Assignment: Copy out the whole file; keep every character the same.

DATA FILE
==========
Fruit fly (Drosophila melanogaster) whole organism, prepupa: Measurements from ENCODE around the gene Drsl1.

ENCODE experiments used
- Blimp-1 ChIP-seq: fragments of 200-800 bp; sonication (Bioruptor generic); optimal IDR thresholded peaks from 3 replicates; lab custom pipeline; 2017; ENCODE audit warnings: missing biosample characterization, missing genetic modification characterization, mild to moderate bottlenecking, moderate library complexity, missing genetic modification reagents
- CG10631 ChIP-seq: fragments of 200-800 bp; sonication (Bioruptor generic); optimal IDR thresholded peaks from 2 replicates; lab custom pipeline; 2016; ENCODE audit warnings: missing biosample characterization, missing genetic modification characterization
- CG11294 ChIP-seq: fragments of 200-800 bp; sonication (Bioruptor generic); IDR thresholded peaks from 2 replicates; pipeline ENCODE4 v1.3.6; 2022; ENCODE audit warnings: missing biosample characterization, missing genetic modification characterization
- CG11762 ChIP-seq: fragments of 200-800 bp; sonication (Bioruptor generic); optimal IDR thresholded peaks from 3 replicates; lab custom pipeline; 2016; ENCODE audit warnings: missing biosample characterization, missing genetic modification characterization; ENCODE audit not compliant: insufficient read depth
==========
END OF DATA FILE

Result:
Fruit fly (Drosophila melanogaster) whole organism, prepupa: Measurements from ENCODE around the gene Drsl1.

ENCODE experiments used
- Blimp-1 ChIP-seq: fragments of 200-800 bp; sonication (Bioruptor generic); optimal IDR thresholded peaks from 3 replicates; lab custom pipeline; 2017; ENCODE audit warnings: missing biosample characterization, missing genetic modification characterization, mild to moderate bottlenecking, moderate library complexity, missing genetic modification reagents
- CG10631 ChIP-seq: fragments of 200-800 bp; sonication (Bioruptor generic); optimal IDR thresholded peaks from 2 replicates; lab custom pipeline; 2016; ENCODE audit warnings: missing biosample characterization, missing genetic modification characterization
- CG11294 ChIP-seq: fragments of 200-800 bp; sonication (Bioruptor generic); IDR thresholded peaks from 2 replicates; pipeline ENCODE4 v1.3.6; 2022; ENCODE audit warnings: missing biosample characterization, missing genetic modification characterization
- CG11762 ChIP-seq: fragments of 200-800 bp; sonication (Bioruptor generic); optimal IDR thresholded peaks from 3 replicates; lab custom pipeline; 2016; ENCODE audit warnings: missing biosample characterization, missing genetic modification characterization; ENCODE audit not compliant: insufficient read depth